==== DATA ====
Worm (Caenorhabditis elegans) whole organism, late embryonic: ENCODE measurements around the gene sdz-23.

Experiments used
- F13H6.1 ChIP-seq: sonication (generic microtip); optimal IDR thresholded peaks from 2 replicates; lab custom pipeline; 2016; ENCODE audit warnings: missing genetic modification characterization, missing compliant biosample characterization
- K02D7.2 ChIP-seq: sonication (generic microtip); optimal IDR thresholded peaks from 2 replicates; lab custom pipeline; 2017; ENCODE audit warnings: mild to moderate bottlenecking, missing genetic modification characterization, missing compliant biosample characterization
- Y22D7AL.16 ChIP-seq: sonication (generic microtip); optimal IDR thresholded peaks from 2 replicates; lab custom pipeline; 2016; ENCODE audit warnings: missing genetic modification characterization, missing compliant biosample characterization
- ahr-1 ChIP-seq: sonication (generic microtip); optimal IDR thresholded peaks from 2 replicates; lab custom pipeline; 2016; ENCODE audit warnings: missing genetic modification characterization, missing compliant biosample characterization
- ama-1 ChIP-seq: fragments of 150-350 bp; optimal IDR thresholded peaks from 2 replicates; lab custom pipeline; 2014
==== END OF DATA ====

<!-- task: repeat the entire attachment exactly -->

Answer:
Worm (Caenorhabditis elegans) whole organism, late embryonic: ENCODE measurements around the gene sdz-23.

Experiments used
- F13H6.1 ChIP-seq: sonication (generic microtip); optimal IDR thresholded peaks from 2 replicates; lab custom pipeline; 2016; ENCODE audit warnings: missing genetic modification characterization, missing compliant biosample characterization
- K02D7.2 ChIP-seq: sonication (generic microtip); optimal IDR thresholded peaks from 2 replicates; lab custom pipeline; 2017; ENCODE audit warnings: mild to moderate bottlenecking, missing genetic modification characterization, missing compliant biosample characterization
- Y22D7AL.16 ChIP-seq: sonication (generic microtip); optimal IDR thresholded peaks from 2 replicates; lab custom pipeline; 2016; ENCODE audit warnings: missing genetic modification characterization, missing compliant biosample characterization
- ahr-1 ChIP-seq: sonication (generic microtip); optimal IDR thresholded peaks from 2 replicates; lab custom pipeline; 2016; ENCODE audit warnings: missing genetic modification characterization, missing compliant biosample characterization
- ama-1 ChIP-seq: fragments of 150-350 bp; optimal IDR thresholded peaks from 2 replicates; lab custom pipeline; 2014